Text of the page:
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Question about balance of el. energy production and consumption

  1. Jul 2, 2006 #1
    Hello to all,
    I have one question and hope you'll help me to answer it.
    Recently I have visited one power plant. There I learned basics of el. energy production and also fact that in every moment production = consumption because el. energy cannot be conserved.
    I also learn that by allowing more steam to turbine, more power of turbine and generator will be. So basicaly operator control valves and flow of steam to turbine so he controls power. However I know that in one simple circuit power is determined by consumer, if if reciver needs more current for same voltage, there will be more power. So basically my question is how is possible to control how much power is producted with just allowing more or less steam to turbine when real need is determined by consumer. Whr if more steam is sent to turbine that will enable more power on turbine, but system (consumers) does not need more power?
    I hope there are some guys here who will know to answer my question.
    Thanks
     
  2. jcsd
  3. Jul 5, 2006 #2

    berkeman

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    Staff: Mentor

    I'm not entirely sure of the details, but I'd expect that the variations in voltage on the AC mains are due to differences in the production and consumption of energy. As the local demand for power rises, the AC mains voltage will drop some until the production plant sees that droop in voltage and increases its power output.

    But given the long transmission lines and multiple production sources, I honestly don't know how they manage the feedback function. Anybody know? Interesting question.
     
  4. Jul 5, 2006 #3
    Hello all, this is my first post and I should tell you I am not an engineer. I have been working in the electrical industry for 20+ years. I have studied electrical theory and do a great deal with local power generation.

    Micko's question:
    So basically my question is how is possible to control how much power is producted with just allowing more or less steam to turbine when real need is determined by consumer. Whr if more steam is sent to turbine that will enable more power on turbine, but system (consumers) does not need more power?

    You give it enough steam to keep the turbine and generator turning at a constant speed. AC Generators need to turn at a predetermined speed to maintain the 60Hz that the US system runs at. The RPM of the generator and number of poles determines the frequency of the power produced. A six pole generator need to turn at 30 RPS or 1800 RPM to create 3 phase AC at 60Hz. The demand is determined by the consumer. Lets say the demanded load is .25MW, and the generator has a 1MW rating. It will take only enough steam to overcome the drag put on the generator to generate the wattage required by the consumer. If that load increases the drag on the generator will increase and the generator will slow down and the frequency will change. If you provide more steam to the generator until which point it gets back up to the proper speed to maintain the correct frequency. Electromotive force travels at near the speed of light the so long transmissions lines are more a mental obstacle then a physical one. The millisecond demand goes up the voltage drops across the system and more drag is introduced to every generating station on that grid. So in short you monitor the speed of the generator and apply enough steam or whatever energy source your using to maintain that speed. Hopes this answers your question.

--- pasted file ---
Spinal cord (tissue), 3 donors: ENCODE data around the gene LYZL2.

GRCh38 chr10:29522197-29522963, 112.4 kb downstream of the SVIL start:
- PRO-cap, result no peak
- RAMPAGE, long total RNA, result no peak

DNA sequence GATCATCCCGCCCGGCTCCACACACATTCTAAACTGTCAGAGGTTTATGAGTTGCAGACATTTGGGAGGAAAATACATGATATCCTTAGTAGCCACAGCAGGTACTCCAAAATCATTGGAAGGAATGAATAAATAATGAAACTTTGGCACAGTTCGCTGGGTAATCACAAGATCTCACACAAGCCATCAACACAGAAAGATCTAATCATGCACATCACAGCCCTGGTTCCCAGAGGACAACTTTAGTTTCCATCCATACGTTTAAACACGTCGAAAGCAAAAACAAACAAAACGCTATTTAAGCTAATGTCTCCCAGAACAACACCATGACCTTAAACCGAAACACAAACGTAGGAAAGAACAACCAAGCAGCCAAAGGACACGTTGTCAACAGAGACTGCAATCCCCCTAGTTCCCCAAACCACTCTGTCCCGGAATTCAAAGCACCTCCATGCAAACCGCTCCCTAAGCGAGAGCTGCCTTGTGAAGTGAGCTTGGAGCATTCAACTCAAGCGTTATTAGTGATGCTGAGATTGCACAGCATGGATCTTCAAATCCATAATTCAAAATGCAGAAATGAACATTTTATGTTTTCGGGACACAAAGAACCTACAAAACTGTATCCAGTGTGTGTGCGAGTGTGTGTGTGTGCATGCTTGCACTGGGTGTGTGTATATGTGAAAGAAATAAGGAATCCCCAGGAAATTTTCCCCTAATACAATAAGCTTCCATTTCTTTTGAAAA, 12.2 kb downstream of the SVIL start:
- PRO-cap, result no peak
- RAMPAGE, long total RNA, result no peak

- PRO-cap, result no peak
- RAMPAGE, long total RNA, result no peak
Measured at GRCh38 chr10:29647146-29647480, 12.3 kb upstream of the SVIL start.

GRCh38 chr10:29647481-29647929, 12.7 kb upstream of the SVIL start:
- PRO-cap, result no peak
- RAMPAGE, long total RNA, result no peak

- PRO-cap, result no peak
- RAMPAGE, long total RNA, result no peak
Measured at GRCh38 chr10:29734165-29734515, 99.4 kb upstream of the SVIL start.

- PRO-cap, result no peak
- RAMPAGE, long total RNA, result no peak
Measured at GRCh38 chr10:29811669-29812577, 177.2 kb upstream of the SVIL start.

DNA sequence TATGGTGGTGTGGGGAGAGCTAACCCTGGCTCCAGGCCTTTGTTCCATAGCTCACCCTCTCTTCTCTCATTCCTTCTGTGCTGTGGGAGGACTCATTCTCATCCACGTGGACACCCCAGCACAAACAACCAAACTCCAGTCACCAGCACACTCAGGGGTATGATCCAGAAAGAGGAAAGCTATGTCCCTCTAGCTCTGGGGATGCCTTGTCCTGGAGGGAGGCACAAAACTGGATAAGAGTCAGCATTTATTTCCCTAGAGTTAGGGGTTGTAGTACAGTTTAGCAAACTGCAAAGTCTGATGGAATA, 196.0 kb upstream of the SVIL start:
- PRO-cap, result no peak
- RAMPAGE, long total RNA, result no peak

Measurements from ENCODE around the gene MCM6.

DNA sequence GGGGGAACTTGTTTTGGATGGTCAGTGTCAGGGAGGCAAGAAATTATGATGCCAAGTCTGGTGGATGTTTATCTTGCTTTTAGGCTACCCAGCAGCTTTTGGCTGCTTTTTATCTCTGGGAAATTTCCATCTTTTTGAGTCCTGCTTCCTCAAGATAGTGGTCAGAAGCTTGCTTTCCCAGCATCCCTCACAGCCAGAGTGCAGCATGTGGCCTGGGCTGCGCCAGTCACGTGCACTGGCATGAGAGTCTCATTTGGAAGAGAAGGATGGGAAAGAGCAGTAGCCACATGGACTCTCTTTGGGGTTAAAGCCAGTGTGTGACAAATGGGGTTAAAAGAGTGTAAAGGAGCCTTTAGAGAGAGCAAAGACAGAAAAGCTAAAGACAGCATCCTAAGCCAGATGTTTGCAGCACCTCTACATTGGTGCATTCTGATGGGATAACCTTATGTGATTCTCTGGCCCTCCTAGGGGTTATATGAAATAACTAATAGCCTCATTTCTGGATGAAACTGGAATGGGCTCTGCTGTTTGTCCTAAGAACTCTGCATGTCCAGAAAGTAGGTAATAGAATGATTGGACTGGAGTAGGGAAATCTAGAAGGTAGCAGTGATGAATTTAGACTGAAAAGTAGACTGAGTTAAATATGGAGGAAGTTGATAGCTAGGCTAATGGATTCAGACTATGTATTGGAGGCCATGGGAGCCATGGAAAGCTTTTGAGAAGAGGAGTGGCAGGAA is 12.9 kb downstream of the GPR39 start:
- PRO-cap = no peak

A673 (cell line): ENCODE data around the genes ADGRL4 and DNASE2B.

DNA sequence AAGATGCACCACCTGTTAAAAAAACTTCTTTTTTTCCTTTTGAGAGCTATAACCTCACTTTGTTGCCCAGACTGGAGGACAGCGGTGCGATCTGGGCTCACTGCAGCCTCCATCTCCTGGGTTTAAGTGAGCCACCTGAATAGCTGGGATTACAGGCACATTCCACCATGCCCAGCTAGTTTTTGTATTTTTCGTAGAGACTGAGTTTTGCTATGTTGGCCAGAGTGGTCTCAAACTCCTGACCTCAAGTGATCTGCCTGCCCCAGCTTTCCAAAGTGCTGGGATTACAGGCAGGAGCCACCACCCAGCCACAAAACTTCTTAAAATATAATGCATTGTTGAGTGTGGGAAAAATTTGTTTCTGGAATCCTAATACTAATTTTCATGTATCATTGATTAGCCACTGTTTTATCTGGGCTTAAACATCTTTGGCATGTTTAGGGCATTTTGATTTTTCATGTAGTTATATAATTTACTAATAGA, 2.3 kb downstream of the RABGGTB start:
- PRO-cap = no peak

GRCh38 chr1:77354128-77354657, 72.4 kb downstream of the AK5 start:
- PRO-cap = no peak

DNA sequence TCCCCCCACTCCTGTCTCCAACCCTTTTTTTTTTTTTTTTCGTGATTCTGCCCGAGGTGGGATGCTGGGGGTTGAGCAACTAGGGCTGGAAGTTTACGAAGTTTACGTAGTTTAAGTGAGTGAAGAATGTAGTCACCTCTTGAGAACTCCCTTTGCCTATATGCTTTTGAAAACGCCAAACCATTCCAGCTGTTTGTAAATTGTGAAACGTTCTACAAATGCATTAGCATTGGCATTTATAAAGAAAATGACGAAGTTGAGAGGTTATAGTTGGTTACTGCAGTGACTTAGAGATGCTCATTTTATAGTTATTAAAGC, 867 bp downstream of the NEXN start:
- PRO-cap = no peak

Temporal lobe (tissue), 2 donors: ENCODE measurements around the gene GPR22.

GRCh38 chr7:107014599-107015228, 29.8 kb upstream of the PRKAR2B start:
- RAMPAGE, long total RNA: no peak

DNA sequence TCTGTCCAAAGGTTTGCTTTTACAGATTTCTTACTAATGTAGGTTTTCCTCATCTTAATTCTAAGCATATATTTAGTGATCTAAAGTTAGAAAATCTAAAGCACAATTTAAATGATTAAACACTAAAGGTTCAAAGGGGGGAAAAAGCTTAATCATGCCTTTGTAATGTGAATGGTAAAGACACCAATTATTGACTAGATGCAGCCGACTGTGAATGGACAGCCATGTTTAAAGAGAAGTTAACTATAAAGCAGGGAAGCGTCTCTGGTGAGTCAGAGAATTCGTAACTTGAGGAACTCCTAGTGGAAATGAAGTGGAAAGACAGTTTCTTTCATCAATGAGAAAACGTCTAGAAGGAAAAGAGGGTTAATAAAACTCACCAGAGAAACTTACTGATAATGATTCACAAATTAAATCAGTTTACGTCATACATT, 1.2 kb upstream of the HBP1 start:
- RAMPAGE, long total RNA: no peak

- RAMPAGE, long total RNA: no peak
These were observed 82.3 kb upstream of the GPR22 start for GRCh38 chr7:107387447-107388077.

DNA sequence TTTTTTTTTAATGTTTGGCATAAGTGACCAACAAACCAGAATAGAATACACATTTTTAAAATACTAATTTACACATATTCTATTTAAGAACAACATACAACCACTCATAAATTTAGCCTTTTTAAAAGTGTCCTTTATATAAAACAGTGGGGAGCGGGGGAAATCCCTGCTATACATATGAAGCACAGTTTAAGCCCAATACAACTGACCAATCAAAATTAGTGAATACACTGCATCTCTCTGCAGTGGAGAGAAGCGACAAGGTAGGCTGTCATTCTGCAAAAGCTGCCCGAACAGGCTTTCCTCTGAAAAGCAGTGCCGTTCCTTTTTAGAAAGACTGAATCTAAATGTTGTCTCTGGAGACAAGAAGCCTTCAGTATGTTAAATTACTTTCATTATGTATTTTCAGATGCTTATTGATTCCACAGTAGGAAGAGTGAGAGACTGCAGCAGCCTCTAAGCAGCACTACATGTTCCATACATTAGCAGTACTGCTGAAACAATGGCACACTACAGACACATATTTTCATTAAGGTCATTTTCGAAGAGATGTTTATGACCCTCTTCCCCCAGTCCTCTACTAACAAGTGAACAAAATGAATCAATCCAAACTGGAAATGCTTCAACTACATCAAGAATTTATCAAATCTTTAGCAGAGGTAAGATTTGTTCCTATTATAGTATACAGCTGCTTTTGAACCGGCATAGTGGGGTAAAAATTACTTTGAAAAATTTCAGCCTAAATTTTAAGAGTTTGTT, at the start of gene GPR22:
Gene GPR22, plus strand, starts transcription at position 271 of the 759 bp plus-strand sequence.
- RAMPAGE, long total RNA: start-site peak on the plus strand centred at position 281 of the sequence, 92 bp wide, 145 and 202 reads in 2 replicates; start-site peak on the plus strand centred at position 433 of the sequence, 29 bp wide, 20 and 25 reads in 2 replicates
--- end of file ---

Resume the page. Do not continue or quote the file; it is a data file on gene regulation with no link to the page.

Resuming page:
Berkeman's Question:
    But given the long transmission lines and multiple production sources, I honestly don't know how they manage the feedback function. Anybody know? Interesting question.

    Electromotive force travels at near the speed of light the so long transmissions lines are more a mental obstacle then a physical one. The millisecond demand goes up the voltage drops across the system and more drag is introduced to every generating station on that grid. A generator never produces more power than is consumed. If the demand is low it will just require less "steam".
     
  5. Jul 5, 2006 #4
    I think Berkemans question concerns voltage loss at the far end of a line that changes with the load. The generating plant cannot compensate for that because the close to the generator end of the line will then be overvoltaged. The answer is:
    -
    Voltage regulators. I'm not sure how they work, but I believe they are a mechanical device. A substation likely has several voltage regulators for the different lines that branch off of it. It most likely is magnetic and moves a wiper across an autotransformer. I'm not sure. I do recall calling the power company to report a line voltage of only 100 volts one time. The power company came and measured it at the transformer and then left. A few minutes later the line voltage went up to nominal and a few minutes after that the workers returned to meause the voltage. When I asked them what the trouble was the reply was: "A stuck regulator."
     
  6. Jul 6, 2006 #5

    WFO

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    The voltage at the generator is controlled by the excitation winding. As noted, the steam resources respond to speed, which is affected by the current draw in the line from the load. If the voltage drops, the feild of the excitation winding is increased to maintain voltage.

    A voltage regulator is a multitapped autotransformer with a reversing switch. Typically they have 16 steps in each direction (i.e., raise or lower the voltage) in 5/8% increments for a total raise or lower capability of 10% either way. The voltage is sensed and, when it is out of tolerance, a motor operates to change the taps to a higher or lower step as necessary.
     
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